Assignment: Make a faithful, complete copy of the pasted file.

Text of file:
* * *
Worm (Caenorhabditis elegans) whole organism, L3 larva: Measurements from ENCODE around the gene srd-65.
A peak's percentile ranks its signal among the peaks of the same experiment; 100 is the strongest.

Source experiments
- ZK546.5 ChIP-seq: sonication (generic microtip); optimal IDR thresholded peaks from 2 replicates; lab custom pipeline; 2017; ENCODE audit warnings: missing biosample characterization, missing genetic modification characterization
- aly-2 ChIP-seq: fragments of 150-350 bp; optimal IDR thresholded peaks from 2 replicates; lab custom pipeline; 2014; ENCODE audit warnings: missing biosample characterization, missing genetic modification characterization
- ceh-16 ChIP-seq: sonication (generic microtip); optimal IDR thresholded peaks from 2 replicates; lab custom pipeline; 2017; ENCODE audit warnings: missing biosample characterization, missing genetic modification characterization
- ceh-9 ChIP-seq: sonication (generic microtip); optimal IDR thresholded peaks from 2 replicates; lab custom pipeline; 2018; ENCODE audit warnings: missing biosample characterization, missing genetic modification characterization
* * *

Worm (Caenorhabditis elegans) whole organism, L3 larva: Measurements from ENCODE around the gene srd-65.
A peak's percentile ranks its signal among the peaks of the same experiment; 100 is the strongest.

Source experiments
- ZK546.5 ChIP-seq: sonication (generic microtip); optimal IDR thresholded peaks from 2 replicates; lab custom pipeline; 2017; ENCODE audit warnings: missing biosample characterization, missing genetic modification characterization
- aly-2 ChIP-seq: fragments of 150-350 bp; optimal IDR thresholded peaks from 2 replicates; lab custom pipeline; 2014; ENCODE audit warnings: missing biosample characterization, missing genetic modification characterization
- ceh-16 ChIP-seq: sonication (generic microtip); optimal IDR thresholded peaks from 2 replicates; lab custom pipeline; 2017; ENCODE audit warnings: missing biosample characterization, missing genetic modification characterization
- ceh-9 ChIP-seq: sonication (generic microtip); optimal IDR thresholded peaks from 2 replicates; lab custom pipeline; 2018; ENCODE audit warnings: missing biosample characterization, missing genetic modification characterization